Wrapping your head around something so complex as an ML model can appear daunting, let alone developing one from scratch. The road from idea to a working ML model can be a bumpy ride, especially if you are an absolute beginner.
However, using data to answer questions is not an overly complex task once you understand the basics. Since you are new to all things ML, we are going to introduce you to it slowly. Let’s start by defining ML and then work our way through all the stages you need to complete to develop an ML model.
What is ML?
Many people use Machine Learning and Artificial Intelligence interchangeably. Keep in mind that these two are different. ML is what enables AI. So what is machine learning? We already referred to ML as “using data to answer questions.” It is by far the most straightforward way to define ML.
But what enables us to use the data and get answers to our questions? The answer is the ML model.
What is an ML model?
You provide training inputs to an ML model, and it outputs the prediction. A training input is just a fancy way of calling data. It can be text, numerical or categorical data, or image data.
An ML model is matrix multiplication. The training inputs are features, and they become matrices. An ML model matrix also contains weights and bias matrices.
At the beginning of ML model training, weights and bias matrices are of random values. As you train the ML model, you will find the optimal values for bias and weights, and your ML model can deliver accurate predictions.
How do you develop an ML model then? It all starts with ideation.
From an Idea to Problem Definition
The problem definition is a crucial stage in building ML models. Before you start doing anything ML-related, you need to have a basic idea of what you want to achieve. What is the problem you want to solve? Is there a data set available to help you solve it?
Once you have a general idea of what you want your ML model to do, you can define the problem. In technical terms, you need to define your training inputs and outputs.
You need to define features and determine which are the most important ones. Then, you have to check whether you have access to the input data and how you will represent it as a matrix.
You’ll Need to Collect the Data!
Collecting data is not a big deal anymore. The Google Cloud Platform, for instance, stores interesting data sets on BigQuery, which you can use to develop and train ML models. However, if you need a specific set of data, you will need to collect it yourself.
The most common data collection harvesting technique is web scraping. But in some instances, you might need to use the data on the go as it runs through the pipeline. In that case, you will need to use online machine learning such as PandioML.
Determine How You’ll Measure Success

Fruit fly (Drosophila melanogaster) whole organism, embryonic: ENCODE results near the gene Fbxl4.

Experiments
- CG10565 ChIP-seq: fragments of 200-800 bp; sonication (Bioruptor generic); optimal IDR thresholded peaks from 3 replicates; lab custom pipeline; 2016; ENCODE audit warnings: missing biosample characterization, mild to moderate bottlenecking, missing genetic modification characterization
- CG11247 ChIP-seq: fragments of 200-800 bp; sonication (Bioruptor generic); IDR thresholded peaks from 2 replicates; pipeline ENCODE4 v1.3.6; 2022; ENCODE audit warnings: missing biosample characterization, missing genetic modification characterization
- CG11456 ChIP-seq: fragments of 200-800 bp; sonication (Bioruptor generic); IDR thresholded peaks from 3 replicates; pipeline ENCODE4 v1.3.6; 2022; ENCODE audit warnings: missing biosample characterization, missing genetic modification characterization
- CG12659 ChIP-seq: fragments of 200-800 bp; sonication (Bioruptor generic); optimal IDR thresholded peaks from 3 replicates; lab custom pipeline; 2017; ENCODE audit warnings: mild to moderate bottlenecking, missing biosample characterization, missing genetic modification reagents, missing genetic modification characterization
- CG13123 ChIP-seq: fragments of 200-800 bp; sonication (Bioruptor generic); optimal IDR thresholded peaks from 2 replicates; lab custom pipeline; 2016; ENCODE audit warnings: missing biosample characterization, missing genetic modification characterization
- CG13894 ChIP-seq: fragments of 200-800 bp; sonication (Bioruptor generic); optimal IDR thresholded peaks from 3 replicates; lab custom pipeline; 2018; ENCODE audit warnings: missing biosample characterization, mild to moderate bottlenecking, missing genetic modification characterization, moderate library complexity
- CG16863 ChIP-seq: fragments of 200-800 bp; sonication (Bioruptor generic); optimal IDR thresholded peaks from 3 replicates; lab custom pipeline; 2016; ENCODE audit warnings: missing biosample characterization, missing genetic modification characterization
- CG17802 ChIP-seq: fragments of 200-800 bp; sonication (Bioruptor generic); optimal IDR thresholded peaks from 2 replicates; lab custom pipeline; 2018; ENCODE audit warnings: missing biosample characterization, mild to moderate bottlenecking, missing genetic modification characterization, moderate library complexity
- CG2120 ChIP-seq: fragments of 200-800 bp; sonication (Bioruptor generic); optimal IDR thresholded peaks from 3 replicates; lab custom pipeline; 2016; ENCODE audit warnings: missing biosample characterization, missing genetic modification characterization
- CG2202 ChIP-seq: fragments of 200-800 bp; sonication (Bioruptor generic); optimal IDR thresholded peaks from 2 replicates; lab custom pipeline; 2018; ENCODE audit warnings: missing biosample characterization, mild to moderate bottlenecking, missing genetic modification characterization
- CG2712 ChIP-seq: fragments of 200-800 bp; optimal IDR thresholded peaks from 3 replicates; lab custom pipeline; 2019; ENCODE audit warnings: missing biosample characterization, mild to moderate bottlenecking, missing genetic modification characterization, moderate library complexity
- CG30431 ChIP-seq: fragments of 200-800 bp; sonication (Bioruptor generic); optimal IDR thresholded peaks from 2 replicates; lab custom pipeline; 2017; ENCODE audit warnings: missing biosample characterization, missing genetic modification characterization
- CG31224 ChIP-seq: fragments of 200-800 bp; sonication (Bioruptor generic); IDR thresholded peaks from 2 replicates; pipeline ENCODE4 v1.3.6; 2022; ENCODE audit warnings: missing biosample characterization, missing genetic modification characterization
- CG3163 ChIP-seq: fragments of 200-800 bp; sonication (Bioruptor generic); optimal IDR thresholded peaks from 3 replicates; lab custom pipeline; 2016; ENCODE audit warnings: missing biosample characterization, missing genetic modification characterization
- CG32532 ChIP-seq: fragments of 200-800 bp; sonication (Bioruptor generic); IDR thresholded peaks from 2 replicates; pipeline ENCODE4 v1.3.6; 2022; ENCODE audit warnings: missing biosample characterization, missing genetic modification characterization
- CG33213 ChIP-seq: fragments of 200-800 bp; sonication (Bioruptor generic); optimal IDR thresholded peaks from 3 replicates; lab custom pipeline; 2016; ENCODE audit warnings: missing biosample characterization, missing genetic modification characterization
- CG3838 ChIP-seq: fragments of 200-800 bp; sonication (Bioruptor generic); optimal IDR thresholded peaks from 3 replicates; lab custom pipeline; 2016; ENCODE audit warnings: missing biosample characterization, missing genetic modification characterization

Your ML model has to know what is considered a success. This has everything to do with your problem definition. For example, let’s say you have a regression problem. In this case, you will have to use appropriate evaluation metrics, more precisely, mean squared error.
However, if your ML model has to solve a classification problem, you will have to use different evaluation metrics, including recall, accuracy, and precision.
Choose Appropriate Evaluation Protocol
The next question you will have to answer is how you will measure the progress towards making accurate predictions. To do it, you will need to choose a relevant evaluation protocol. You can choose from:
- Hold out validation set
- K-fold validation
- Iterated K-fold Validation with shuffling
Getting the Data Ready
For an ML model to be able to use the data, it has to be in pristine condition. What does it mean? You will have to deal with missing values by getting rid of the samples with missing values or adding values with the help of estimators.
If you are going to use categorical data, you will have to map ordinal features and encode nominal features via class labels. You will have to scale the features as ML works better when all the features are on one scale. You can use either normalization or standardization to do so.
Finally, you need to select the meaningful features and get rid of the redundant data to avoid the risk of making the ML model too complex. You need to identify the features that can explain one another and either delete them or merge them.
Using The Relevant Tools
Once you have defined the problem and got your data ready, you will need to use specific tools to develop an ML model. For instance, we’ve already mentioned PandioML, a Python library and CLI tool designed to help you build online and streaming ML models.
Generally speaking, getting proficient in the Python programming language can help you propel your career as a data scientist. Other ML frameworks include TensorFlow, XGBoost, Sklearn, and PyTorch. Data scientists commonly use Pandas (Python library), Scikit-learn, and Keras to do pre-processing and get the data in the correct format.
The final steps in producing a working ML model are training and evaluation. After successfully completing them, you can save your ML model and test locally or deploy it with an AI.
Hopefully, now you have a better understanding of how ML models are made. The workflow can be divided into two phases. One consists of defining a problem, finding the data, and making it ready for ML algorithms. The other phase consists of inputting the data into an ML algorithm, training it, and evaluating the predictions.